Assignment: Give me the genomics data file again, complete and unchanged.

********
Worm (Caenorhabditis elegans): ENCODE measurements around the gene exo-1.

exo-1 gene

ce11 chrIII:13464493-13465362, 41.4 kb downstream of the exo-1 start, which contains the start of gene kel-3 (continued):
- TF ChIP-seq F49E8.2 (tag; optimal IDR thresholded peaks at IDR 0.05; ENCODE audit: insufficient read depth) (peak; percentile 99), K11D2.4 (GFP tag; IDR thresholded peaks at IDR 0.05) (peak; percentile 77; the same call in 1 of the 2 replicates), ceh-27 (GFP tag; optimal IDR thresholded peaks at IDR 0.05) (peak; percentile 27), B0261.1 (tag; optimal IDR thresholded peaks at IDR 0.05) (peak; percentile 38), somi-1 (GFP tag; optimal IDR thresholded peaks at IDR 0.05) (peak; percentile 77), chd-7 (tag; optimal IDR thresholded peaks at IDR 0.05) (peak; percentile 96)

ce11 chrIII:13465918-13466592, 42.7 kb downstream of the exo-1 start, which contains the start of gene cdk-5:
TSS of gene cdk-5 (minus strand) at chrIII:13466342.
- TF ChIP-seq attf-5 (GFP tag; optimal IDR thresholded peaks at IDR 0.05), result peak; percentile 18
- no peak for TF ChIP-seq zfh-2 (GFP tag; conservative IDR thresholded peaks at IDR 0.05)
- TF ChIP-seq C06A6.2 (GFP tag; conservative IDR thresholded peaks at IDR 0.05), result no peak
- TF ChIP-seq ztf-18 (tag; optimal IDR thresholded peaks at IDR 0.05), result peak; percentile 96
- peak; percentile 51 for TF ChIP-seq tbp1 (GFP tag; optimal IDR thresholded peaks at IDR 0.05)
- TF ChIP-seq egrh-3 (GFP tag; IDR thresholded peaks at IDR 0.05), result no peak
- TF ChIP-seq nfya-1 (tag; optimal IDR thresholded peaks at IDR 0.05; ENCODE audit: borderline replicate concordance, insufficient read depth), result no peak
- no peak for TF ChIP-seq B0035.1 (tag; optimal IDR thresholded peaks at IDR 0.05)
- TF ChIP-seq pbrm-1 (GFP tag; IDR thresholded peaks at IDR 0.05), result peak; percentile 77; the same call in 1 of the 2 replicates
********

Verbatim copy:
Worm (Caenorhabditis elegans): ENCODE measurements around the gene exo-1.

exo-1 gene

ce11 chrIII:13464493-13465362, 41.4 kb downstream of the exo-1 start, which contains the start of gene kel-3 (continued):
- TF ChIP-seq F49E8.2 (tag; optimal IDR thresholded peaks at IDR 0.05; ENCODE audit: insufficient read depth) (peak; percentile 99), K11D2.4 (GFP tag; IDR thresholded peaks at IDR 0.05) (peak; percentile 77; the same call in 1 of the 2 replicates), ceh-27 (GFP tag; optimal IDR thresholded peaks at IDR 0.05) (peak; percentile 27), B0261.1 (tag; optimal IDR thresholded peaks at IDR 0.05) (peak; percentile 38), somi-1 (GFP tag; optimal IDR thresholded peaks at IDR 0.05) (peak; percentile 77), chd-7 (tag; optimal IDR thresholded peaks at IDR 0.05) (peak; percentile 96)

ce11 chrIII:13465918-13466592, 42.7 kb downstream of the exo-1 start, which contains the start of gene cdk-5:
TSS of gene cdk-5 (minus strand) at chrIII:13466342.
- TF ChIP-seq attf-5 (GFP tag; optimal IDR thresholded peaks at IDR 0.05), result peak; percentile 18
- no peak for TF ChIP-seq zfh-2 (GFP tag; conservative IDR thresholded peaks at IDR 0.05)
- TF ChIP-seq C06A6.2 (GFP tag; conservative IDR thresholded peaks at IDR 0.05), result no peak
- TF ChIP-seq ztf-18 (tag; optimal IDR thresholded peaks at IDR 0.05), result peak; percentile 96
- peak; percentile 51 for TF ChIP-seq tbp1 (GFP tag; optimal IDR thresholded peaks at IDR 0.05)
- TF ChIP-seq egrh-3 (GFP tag; IDR thresholded peaks at IDR 0.05), result no peak
- TF ChIP-seq nfya-1 (tag; optimal IDR thresholded peaks at IDR 0.05; ENCODE audit: borderline replicate concordance, insufficient read depth), result no peak
- no peak for TF ChIP-seq B0035.1 (tag; optimal IDR thresholded peaks at IDR 0.05)
- TF ChIP-seq pbrm-1 (GFP tag; IDR thresholded peaks at IDR 0.05), result peak; percentile 77; the same call in 1 of the 2 replicates